03 October 2023
Richi Sunak's U-turn on climate change policies was crude and dramatic. But it is also symptomatic of what has been happening within centre-right parties all over Europe as well. The Paris climate accord policy consensus is starting to break down.
Having listened to German Christian Democrats on this issue, their stated support for climate change policies always felt like a New Year's resolution. The CDU's candidate at the last German election, Armin Laschet, always talked about climate change in Yes-But terms. Yes, it was a terrible thing. But, we have to carry everyone along. The consensus behind the Paris climate accord was never what it seemed. Some believed in it. Some paid lip service to it. Europe's centre-right falls squarely into the latter category.
The backlash already started long before Sunak's U-turn. The European People's Party, the representation of the centre-right right parties in the European Parliament, has shifted its previous position to support the European Commission's Green Deal, its climate change agenda. Under the leadership of Manfred Weber, an ambitious politician from the Bavarian CSU, the EPP sought to block the Commission's proposed Nature Restoration Law, one of the most important components of the Green Deal. The central idea is that 20% of land and maritime areas should be protected by 2030, and that areas considered to be in poor environmental health should be restored by 2050.
The German CDU/CSU draws much of its support from rural communities. Farmers were up in arms over this law. And so are their political representatives.
The EPP's revolt against the Nature Preservation Law failed at a vote in the European Parliament in July, but only narrowly. Their defeat is not the end of the story. It is the beginning of a new political confrontation. The centre-right has discovered a new theme for itself: opposition to climate change policies. Climate change has all of a sudden become partisan.
Without the continued support of the centre-right, the agenda cannot succeed in the long run.
The EPP has been the big beast of European politics. Its leaders included Jacques Chirac and Nicolas Sarkozy in France, Silvio Berlusconi in Italy, José Maria Aznar and Mariano Rajoy in Spain, and Helmut Kohl and Angela Merkel in Germany. The centre-right is much reduced now. The CDU/CSU lost the 2021 German elections with the worst result ever. Forza Italia is nowadays a shadow of its former self, a small coalition partner in Giorgia's Meloni's government. Les Republicains, the French party of the centre-right, lost three successive French presidential elections. Spain's Partido Popular was the odds-on favourite to win the Spanish elections in July, but failed. They are all desperate. And so are the Tories.
The main problem for the centre right in continental Europe is the far-right. The CDU/CSU, now in opposition, failed to benefit from the lack of popularity of Olaf Scholz' government. They are polling barely above their all-time low from 2021. What happened is that the far-right Alternative for Germany more than doubled its support since the elections and is now polling at 21-22%. As with Brexit, the threat is not that the populists win the elections themselves, but they are setting the agenda.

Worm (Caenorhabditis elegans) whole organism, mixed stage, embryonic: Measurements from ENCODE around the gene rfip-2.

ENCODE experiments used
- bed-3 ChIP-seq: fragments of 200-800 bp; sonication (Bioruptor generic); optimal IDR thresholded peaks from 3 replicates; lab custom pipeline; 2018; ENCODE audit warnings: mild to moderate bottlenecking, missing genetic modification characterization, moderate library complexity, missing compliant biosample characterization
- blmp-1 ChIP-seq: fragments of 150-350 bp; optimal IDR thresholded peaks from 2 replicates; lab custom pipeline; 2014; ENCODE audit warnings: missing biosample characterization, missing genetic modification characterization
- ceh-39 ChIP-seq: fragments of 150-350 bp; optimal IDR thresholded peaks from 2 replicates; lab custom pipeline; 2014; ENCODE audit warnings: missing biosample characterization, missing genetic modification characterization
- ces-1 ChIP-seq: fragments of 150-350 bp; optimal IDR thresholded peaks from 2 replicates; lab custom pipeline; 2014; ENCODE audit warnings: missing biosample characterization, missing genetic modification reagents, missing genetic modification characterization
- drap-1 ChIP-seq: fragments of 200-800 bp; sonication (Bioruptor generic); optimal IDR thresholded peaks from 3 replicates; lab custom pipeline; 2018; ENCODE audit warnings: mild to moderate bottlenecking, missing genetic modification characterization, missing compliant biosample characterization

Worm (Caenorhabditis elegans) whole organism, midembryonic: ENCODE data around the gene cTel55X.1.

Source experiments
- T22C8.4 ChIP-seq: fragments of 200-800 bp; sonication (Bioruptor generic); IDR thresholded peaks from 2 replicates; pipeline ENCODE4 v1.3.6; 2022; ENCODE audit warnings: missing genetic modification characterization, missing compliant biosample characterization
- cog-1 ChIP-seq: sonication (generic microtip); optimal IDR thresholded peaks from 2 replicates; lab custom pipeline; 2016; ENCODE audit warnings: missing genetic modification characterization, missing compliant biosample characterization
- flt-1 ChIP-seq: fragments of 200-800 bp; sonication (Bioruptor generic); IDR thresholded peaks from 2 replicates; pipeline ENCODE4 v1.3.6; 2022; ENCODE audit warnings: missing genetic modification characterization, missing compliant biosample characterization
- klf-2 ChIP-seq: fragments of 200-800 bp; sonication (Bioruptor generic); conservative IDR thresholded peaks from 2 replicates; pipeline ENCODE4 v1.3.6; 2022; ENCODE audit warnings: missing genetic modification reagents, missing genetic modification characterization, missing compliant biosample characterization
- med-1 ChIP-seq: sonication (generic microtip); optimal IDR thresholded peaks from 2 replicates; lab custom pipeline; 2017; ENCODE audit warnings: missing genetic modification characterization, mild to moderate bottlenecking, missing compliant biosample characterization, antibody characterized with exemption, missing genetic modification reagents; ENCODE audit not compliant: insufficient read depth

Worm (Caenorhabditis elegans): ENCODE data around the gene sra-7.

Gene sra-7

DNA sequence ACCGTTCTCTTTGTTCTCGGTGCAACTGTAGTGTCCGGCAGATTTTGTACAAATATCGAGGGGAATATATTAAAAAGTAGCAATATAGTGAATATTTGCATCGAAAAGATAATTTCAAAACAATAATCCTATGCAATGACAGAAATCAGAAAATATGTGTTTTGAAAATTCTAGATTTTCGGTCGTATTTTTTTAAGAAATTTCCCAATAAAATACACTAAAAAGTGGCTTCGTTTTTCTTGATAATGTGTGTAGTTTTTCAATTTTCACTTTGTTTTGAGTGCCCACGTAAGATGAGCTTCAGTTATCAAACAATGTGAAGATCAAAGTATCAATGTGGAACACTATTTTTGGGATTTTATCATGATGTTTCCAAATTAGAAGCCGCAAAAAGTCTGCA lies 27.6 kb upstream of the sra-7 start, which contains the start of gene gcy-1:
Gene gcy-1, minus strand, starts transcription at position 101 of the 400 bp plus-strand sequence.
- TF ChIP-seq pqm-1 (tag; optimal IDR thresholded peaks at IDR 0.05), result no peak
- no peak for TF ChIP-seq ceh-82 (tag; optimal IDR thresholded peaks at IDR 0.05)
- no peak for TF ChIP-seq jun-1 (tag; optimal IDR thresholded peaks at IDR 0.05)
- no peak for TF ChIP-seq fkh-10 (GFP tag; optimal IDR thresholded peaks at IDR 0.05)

This will have profound consequences for the climate change agenda going forward. Once an issue turns from bipartisan to partisan, you can no longer count on compliance with long-term timetables. Political majorities change over time. If the goal is a net zero target by 2050, it would be complacent to think that we are on track. Opposition parties eventually win elections. Over a period of more than 25 years going forward, they surely will.
This will have ripple effects through the political system. Non-partisan institutions will find it harder to support climate change policies that are subject to political controversy. The European Central Bank, for example, put itself in the vanguard of central banks with an active climate agenda - for example by prioritising green bonds in their asset purchasing programmes. That will not be so easy in the future.
For now, Sunak's decision will not have much of an impact on the rest of the world because all he did was to bring the UK closer in line with the EU on cars. The EU and UK now both have a 2035 target as the end date for the new registration of fuel-driven cars.
I would expect political tensions within the EU and the UK to rise as we approach the 2035 date. The UK and the EU set their target dates without securing the supply chain for electric cars. Sanctions and tariffs against China will drive up the cost of cars, and may give rise to supply chain shortages. The parties that support the net zero target with active policies will face a populist backlash. The CDU and CSU have not yet positioned themselves in this corner as clearly as Sunak has done. But we are only one poor election performance away from such a policy U-turn. Bavaria holds elections on October 8. The polls right now are not looking too great for them.
What all this shows is that the western method of global policy coordination is poorly suited to long-term targets. You may be able to co-opt a governments into your agenda, but not its successor. Nor can you co-ordinate voters.
Global policy co-ordination has therefore reached its limits. The Group of Twenty was born out of the global financial crisis. Russia's invasion of Ukraine breathed life back into Nato, which Emmanuel Macron once described as brain dead. Policy co-ordination, more or less, still works for short-term threats.
But it does not work so well for long-term ones, not even existential threats like climate change. Vested interests will intrude. In the UK, and in the EPP group, they already have.
The article first appeared in the New Statesman on September 28.
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